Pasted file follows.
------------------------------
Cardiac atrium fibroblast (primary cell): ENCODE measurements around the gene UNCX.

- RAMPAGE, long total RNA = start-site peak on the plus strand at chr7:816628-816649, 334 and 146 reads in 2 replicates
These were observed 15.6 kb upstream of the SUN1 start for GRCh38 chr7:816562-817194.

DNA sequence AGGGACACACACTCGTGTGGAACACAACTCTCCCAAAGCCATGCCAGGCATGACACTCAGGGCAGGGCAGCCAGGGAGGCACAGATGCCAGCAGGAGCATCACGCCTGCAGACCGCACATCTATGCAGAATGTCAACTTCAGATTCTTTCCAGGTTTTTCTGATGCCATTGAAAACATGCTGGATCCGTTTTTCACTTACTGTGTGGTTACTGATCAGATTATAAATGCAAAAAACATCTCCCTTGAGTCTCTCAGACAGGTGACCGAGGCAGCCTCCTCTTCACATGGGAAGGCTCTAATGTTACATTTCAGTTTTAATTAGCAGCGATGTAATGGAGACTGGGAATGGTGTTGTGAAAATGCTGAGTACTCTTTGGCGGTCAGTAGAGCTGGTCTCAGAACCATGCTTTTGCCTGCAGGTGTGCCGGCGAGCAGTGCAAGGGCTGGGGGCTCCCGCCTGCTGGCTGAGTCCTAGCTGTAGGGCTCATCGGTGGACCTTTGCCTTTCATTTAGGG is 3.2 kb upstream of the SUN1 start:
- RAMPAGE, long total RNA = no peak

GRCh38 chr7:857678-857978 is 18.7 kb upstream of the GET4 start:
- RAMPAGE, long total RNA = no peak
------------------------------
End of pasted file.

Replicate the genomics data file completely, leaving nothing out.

Cardiac atrium fibroblast (primary cell): ENCODE measurements around the gene UNCX.

- RAMPAGE, long total RNA = start-site peak on the plus strand at chr7:816628-816649, 334 and 146 reads in 2 replicates
These were observed 15.6 kb upstream of the SUN1 start for GRCh38 chr7:816562-817194.

DNA sequence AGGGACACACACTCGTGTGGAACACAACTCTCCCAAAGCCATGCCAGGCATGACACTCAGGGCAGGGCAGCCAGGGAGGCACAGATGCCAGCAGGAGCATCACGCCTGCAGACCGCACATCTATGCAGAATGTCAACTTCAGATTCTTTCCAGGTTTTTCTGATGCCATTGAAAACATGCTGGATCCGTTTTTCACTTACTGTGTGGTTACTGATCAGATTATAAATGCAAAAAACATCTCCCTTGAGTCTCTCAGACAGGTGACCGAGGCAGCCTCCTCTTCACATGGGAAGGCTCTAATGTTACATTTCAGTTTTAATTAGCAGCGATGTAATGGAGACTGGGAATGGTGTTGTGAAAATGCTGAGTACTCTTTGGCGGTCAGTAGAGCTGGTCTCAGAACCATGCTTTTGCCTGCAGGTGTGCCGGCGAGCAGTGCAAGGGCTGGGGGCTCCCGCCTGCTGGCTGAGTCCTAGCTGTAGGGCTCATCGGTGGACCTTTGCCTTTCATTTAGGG is 3.2 kb upstream of the SUN1 start:
- RAMPAGE, long total RNA = no peak

GRCh38 chr7:857678-857978 is 18.7 kb upstream of the GET4 start:
- RAMPAGE, long total RNA = no peak